All hardcore motoring journalists have a bucket list of motoring type things they hope to do during their careers – and I am no different.
Being able to go to the world renowned Goodwood Festival of Speed in the United Kingdom was one of those items. The fact that we went across to celebrate 50 years of Porsche 911 made it even better.
Outside of the world’s best racing and road cars, from priceless to the latest the automotive industry has to offer, there was also a whos who in racing drivers from Sir Stirling Moss to Lewis Hamilton milling around the place. This for me was truly an awesome experience.
It was an experience made completely surreal because I actually got to do a run up the 1.87 kilometre Goodwood hill climb road in a 997 Porsche 911 GT3 RS. I followed in the wheel tracks of many a famous machine and man that day!
Thrills and expensive spills are very much a part of an event like this but in the interest of safety and, of course, preserving the cars for another day posting a quick time was not that important. But the ever popular Sunday Shootout competition was eventually won by festival favourite Justin Law in his Jaguar XJR8/9 in a blistering time of 45.95 seconds.
In second place was the spectacular Peugeot 208 T16 Pikes Peak car driven by Gregory Guilvert in a time of 47.32 seconds. Guilvert just pipped third placed Jonny Cocker in the unconventional yet technically impressive Lola-Drayson that came in a whisker behind at 47.34 seconds.
Fourth placed Alex Buncombe also managed a sub 48 second time. A good run saw him clock 47.79 seconds in a Nissan GT-R Nismo GT3.
But when all is said and done, this experience was about Porsche and the over the last 20 years 911 has played a key role in helping to put the Festival of Speed on the map. This extends to Porsche products appearing in action in road or race form on the hill climb which is quite daunting in places, blasting sideways around the forest rally stage in a cloud of dust and gravel or simply sitting serenely on the Cartier ‘Style et Luxe’ concours lawn or Porsche exhibition stand.
The 911 has been at the very heart of the Porsche brand for five decades. Few other sports cars in the world can look back on such a long tradition and continuity as the Porsche 911.
It has been inspiring car enthusiasts the world over since its debut as the model 901 at the IAA International Automotive Show at Frankfurt in September 1963. Today the truly versatile 911 is considered by its many devoted fans to be the quintessential sports car – and the central point of reference for all other Porsche models carry a piece of the 911’s philosophy.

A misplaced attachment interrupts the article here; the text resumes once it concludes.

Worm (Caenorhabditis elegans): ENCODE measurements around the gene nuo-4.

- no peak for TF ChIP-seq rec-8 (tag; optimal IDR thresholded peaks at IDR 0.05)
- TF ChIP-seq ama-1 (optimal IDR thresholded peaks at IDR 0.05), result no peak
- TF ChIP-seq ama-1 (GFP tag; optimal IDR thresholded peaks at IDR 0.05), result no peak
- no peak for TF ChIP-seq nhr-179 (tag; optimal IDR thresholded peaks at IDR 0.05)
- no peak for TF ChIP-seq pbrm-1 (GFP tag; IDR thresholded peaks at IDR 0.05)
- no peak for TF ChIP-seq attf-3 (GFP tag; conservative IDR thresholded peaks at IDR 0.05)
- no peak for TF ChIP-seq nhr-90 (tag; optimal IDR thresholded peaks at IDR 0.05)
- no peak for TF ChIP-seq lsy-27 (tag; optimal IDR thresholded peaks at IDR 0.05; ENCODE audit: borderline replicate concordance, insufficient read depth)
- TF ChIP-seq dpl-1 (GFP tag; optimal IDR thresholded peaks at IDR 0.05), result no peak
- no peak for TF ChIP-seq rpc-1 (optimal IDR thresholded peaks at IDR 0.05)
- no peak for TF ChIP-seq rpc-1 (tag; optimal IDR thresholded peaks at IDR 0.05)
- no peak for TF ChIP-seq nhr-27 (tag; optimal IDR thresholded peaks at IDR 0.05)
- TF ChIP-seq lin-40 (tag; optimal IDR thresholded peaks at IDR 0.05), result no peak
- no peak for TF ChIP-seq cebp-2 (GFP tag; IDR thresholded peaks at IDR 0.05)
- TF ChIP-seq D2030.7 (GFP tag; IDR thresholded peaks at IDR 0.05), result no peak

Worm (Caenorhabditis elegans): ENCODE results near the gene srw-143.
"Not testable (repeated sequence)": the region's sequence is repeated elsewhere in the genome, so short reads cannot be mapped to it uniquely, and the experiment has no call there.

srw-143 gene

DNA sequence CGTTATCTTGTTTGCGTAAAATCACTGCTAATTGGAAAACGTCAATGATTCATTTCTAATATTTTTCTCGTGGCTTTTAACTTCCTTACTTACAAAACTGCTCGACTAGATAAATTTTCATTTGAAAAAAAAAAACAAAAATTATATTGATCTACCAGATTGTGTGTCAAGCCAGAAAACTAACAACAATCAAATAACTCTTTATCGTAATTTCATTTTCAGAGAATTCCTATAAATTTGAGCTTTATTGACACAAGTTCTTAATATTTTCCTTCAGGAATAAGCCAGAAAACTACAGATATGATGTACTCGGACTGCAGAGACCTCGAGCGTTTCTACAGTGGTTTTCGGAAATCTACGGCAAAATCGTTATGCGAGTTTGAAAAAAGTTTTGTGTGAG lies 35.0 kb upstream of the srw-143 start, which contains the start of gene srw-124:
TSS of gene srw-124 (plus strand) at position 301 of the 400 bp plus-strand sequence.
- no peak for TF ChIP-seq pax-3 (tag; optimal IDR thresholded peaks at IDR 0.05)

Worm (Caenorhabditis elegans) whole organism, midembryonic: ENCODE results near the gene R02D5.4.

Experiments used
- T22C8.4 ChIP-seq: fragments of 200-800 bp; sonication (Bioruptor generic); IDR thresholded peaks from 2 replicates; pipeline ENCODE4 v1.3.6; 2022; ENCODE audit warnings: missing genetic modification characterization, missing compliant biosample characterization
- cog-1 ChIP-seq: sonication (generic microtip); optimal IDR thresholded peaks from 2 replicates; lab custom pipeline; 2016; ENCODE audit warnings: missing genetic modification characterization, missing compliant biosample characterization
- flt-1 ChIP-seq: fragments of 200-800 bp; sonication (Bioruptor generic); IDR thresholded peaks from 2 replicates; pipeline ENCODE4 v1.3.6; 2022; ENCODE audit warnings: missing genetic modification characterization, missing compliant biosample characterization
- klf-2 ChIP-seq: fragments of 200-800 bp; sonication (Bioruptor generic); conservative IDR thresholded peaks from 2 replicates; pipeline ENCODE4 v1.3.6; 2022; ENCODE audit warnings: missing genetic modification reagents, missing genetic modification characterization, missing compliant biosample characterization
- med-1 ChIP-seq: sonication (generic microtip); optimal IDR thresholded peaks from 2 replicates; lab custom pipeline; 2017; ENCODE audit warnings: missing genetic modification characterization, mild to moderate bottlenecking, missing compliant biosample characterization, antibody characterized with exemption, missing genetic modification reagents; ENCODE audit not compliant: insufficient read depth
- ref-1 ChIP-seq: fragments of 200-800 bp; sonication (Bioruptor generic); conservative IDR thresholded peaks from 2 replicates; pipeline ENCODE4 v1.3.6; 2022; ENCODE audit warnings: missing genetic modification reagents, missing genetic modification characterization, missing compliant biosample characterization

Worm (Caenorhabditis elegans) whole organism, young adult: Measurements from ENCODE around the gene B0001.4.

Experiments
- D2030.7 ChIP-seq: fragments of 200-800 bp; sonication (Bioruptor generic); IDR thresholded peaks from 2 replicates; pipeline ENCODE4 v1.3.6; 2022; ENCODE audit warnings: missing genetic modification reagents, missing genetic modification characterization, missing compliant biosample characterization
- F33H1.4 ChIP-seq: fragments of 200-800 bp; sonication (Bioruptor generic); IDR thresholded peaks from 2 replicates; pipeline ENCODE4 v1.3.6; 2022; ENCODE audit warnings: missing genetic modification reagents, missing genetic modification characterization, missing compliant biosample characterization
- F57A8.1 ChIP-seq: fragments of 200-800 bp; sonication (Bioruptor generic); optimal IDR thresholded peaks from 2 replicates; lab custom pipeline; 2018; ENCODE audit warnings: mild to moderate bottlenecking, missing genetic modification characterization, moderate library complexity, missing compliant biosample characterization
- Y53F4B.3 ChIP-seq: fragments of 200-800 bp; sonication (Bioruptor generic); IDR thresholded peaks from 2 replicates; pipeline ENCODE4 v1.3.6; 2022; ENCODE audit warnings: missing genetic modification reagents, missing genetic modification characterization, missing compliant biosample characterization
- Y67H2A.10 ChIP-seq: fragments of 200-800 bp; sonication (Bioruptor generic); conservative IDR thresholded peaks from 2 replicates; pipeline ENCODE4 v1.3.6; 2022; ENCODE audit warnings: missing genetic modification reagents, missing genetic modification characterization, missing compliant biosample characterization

The 911 is much more than just a car. It is a cult icon that sets racing the pulse of automobile enthusiasts, even when it is stationary, throughout world racing.
Almost no other car in the world can look back on such a long tradition and continuityas the Porsche 911. The series has been constantly enhanced since its debut.
The unique character of the model, renamed 911 in 1964, has always been preserved. The result of this 50 year long evolution is a sports car that comes very close to perfection without having lost any of its fascination.
Each of the seven generations has written its own individual success story. More than 820 000 units of the 911 have been produced in Stuttgart-Zuffenhausen since 1963.
No other sports car in the world has ever been so well-received by automobile enthusiasts. And no other sports car has ever won so many races and Porsche is taking the iconic sports car into the future with what is known internally as the 991.
A lot has been written and discussed about the secret of the success of the Porsche 911. More than 300 books have been written about it and new volumes are added each year. However, the answer to this question is very simple – the Porsche 911 is unique in the automotive world. Like no other vehicle it combines apparent opposites such as sportiness and everyday usability, tradition and innovation to exclusivity and social acceptability, design and functionality.
Ferry Porsche described the exceptional versatility of his masterpiece to a tee. “The 911 is the only car that you can drive from an African safari to Le Mans, then to the theatre and onto the streets of New York,” he said.
The 911 experience begins as soon as you get into the car. Irrespective of which 911 generation you are in the familiar 911 feeling sets in immediately.
You are greeted by five round instruments which can be seen from the perfect sitting position. The low bonnet is framed by two distinctive wings allowing the apex of every bend to be aimed at perfectly.
The ignition, which starts up the six-cylinder engine at the rear, is on the left of the steering wheel. The reliability of the Porsche flat engine is also legendary in sports car circles, and it plays an important role in the everyday usability and long life of the 911.
It is no coincidence that two thirds of all Porsche cars ever built are still on the road today.
It is the whole 911 package that fascinates. It is a sports car with perfect design along with powerful, efficient and robust engines.
The Porsche 911 concept is totally committed to fast, precise driving with various characteristics directly inherited from motor racing. In essence it is a treat for all the senses.
Owning and driving the car is a very special experience – and this has been the case for 50 years.
To find out more about the full Porsche range go to www.porsche.co.za